These two Canadian geographic features along with numerous roads and schools spread throughout the Provinces were all named for Albert Grey.


Grey or Orange?


bergamotto
bergamotto by mariella44, on Flickr
via Creative Commons Attribution-NoDerivs 2.0 Generic (CC BY-ND 2.0) license

Earl Grey Tea, however, was named for a different Earl Grey. I figured I should check that out since I was already examining geographic features named Earl Grey. The tea referred to UK Prime Minister Charles Grey, 2nd Earl Grey, who was the grandfather of Albert Grey, the former Governor General of Canada.

Lord Grey’s most remarkable achievement was the Reform Act of 1832, which set in train a gradual process of electoral change, sowing the seeds of the system we recognise today… One of his other legacies is the blend of tea known as Earl Grey. He reputedly received a gift, probably a diplomatic present, of tea that was flavoured with bergamot oil. It became so popular that he asked British tea merchants to recreate it.

Bergamot oil came from the pressed peel of the Bergamot orange (Citrus bergamia), an infrequently encountered sour citrus grown commercially in a small handful of places. The majority of those orange groves concentrated historically around the Calabria region of Italy, especially within the Province of Reggio Calabria (map), also recognized informally as the "toe" of the Italian boot. According to the Consorzio del Bergamotto (Consortium of Bergamot),

The bergamot is cultivated along the Ionian coast of the Province of Reggio Calabria, specifically between the towns of Villa San Giovanni and Gioiosa Jonica;  an area of about 1,500 hectares produces 20,000 tonnes of fruit, which yield an average of 100,000 kg of essence.

The Consortium provided an English-language video with much more information.

So remember,

  • Black tea infused with obscure citrus: 2nd Earl Grey
  • Canadian Football League championship: 4th Earl Grey

Feel free to drop those distinctions into your next cocktail party conversation if you need to disperse a crowd.

Gray vs. Grey

On June 17, 2014 · 10 Comments

I’ve always had a terrible time remembering how to spell a certain word that describes a mixture of black and white. Should it be gray or grey? In a sense I understood that it depended upon geography. The adoption of simplified spelling in the United States through the efforts of people like dictionary publisher Noah Webster in the early 19th Century certainly had an impact. I uncovered a little mnemonic that helped me out. The word grAy applied primarily to America; the word grEy applied just about Everywhere else. That introduced problems and exceptions too. It seemed somewhat dismissive to consider the United States as representing all of "America" for instance. Also certain proper terms such as Greyhound were always spelled with an E regardless of geography. Still, I’d discovered a simple enough mnemonic even with its limitations.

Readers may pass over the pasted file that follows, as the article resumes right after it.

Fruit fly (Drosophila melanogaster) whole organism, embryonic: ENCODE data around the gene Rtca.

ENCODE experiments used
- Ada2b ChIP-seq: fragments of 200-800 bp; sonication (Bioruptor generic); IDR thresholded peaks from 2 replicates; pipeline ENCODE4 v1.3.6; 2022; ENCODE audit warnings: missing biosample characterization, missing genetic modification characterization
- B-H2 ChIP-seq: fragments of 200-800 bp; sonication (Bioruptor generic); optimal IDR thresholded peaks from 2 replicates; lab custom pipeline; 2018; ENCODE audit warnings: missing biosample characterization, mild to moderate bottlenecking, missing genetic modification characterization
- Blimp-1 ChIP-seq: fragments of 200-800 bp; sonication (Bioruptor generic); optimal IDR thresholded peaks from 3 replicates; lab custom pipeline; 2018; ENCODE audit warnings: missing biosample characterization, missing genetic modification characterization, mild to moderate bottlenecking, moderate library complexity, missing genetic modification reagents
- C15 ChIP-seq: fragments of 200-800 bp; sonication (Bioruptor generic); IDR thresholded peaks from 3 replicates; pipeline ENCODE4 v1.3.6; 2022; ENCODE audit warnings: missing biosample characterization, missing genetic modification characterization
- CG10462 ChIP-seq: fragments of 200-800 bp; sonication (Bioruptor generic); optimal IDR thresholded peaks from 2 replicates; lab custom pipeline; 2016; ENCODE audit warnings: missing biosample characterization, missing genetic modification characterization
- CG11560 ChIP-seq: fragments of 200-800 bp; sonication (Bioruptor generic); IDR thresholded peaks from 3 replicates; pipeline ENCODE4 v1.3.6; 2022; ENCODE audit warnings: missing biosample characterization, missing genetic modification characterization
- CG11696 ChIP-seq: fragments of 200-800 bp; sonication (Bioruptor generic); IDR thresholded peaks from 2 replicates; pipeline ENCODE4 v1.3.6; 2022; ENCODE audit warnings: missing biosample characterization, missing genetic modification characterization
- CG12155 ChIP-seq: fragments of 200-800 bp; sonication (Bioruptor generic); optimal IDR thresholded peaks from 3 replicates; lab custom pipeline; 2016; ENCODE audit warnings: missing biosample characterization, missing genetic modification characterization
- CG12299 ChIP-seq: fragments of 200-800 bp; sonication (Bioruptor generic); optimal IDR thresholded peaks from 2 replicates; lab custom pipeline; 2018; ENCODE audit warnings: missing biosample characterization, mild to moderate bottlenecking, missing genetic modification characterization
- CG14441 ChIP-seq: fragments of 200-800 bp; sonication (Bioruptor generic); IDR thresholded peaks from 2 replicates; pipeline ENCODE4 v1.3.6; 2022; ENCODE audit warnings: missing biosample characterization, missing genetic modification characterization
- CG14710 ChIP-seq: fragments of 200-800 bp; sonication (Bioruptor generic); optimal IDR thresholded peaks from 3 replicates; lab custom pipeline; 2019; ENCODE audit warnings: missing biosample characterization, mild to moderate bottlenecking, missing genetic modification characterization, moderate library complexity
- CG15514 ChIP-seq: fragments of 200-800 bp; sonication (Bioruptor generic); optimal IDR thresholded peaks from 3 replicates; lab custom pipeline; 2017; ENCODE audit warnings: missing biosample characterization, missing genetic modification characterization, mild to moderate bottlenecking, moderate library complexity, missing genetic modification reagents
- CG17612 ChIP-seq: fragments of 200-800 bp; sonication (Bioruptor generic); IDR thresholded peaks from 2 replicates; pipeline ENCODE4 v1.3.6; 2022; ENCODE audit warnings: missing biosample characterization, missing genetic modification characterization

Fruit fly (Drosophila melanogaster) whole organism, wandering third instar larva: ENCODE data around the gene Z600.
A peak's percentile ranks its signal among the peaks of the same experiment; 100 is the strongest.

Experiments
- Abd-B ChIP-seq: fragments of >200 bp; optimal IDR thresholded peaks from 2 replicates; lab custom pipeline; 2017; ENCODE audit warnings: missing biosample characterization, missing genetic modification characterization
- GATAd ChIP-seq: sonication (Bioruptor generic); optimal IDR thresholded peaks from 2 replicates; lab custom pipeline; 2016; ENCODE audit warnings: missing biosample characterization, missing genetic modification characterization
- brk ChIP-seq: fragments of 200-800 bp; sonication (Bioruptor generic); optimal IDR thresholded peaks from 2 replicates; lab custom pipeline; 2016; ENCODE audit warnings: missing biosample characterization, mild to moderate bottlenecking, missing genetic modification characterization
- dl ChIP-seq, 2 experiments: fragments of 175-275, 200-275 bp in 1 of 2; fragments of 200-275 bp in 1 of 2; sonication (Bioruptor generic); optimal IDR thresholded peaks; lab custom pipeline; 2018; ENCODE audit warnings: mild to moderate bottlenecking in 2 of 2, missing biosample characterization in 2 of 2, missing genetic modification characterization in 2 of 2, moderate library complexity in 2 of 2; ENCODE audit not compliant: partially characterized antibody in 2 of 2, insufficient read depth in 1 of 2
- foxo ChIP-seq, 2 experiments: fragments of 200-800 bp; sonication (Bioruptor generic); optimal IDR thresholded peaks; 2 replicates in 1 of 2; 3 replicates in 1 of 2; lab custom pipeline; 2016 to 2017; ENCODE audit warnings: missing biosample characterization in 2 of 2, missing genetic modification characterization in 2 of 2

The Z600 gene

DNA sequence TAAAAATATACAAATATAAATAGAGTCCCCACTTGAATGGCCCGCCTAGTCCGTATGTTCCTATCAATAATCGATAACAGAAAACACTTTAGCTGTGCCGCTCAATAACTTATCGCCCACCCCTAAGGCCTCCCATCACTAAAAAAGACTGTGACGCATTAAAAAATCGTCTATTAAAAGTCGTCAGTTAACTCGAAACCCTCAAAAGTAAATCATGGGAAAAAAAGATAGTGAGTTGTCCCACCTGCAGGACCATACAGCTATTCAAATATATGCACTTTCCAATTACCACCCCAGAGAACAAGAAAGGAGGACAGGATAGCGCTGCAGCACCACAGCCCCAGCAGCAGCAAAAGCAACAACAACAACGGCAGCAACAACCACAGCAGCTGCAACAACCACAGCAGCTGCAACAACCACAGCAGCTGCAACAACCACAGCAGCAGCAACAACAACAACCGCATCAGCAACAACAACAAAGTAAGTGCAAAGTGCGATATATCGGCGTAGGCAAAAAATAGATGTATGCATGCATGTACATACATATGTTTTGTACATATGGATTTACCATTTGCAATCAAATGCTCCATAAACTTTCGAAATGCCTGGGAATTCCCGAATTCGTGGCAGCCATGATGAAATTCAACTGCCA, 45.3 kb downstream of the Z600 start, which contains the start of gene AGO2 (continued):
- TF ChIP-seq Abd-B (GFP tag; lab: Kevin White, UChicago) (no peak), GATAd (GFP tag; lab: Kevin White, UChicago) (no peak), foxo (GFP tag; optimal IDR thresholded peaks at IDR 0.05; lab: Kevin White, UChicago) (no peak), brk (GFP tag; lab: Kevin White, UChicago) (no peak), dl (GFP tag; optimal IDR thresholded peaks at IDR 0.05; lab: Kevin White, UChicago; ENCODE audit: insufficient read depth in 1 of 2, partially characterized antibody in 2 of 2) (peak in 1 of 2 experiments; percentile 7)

According to Grammarist.com,

Gray and grey are different spellings of the same word, and both are used throughout the English-speaking world. But gray is more common in American English, while grey is more common in all the other main varieties of English. In the U.K., for instance, grey appears about twenty times for every instance of gray. In the U.S. the ratio is reversed.

I’m not a grammar expert. Readers have to spend maybe five minutes on 12MC to understand that. I only wanted to know if the same ratio held geographically. I figured the percentage might be a little fuzzier because certain placenames would have existed prior to the polarization of gray versus grey between English-speaking nations. Either way, I was about to find out.


Gray and Grey in the United States

The United States’ Geographic Names Information System referenced 1,962 gray placenames and 550 grey placenames. That came a lot closer to 4:1 than the stated 20:1, although it marked a clear preference for the "Americanized" version.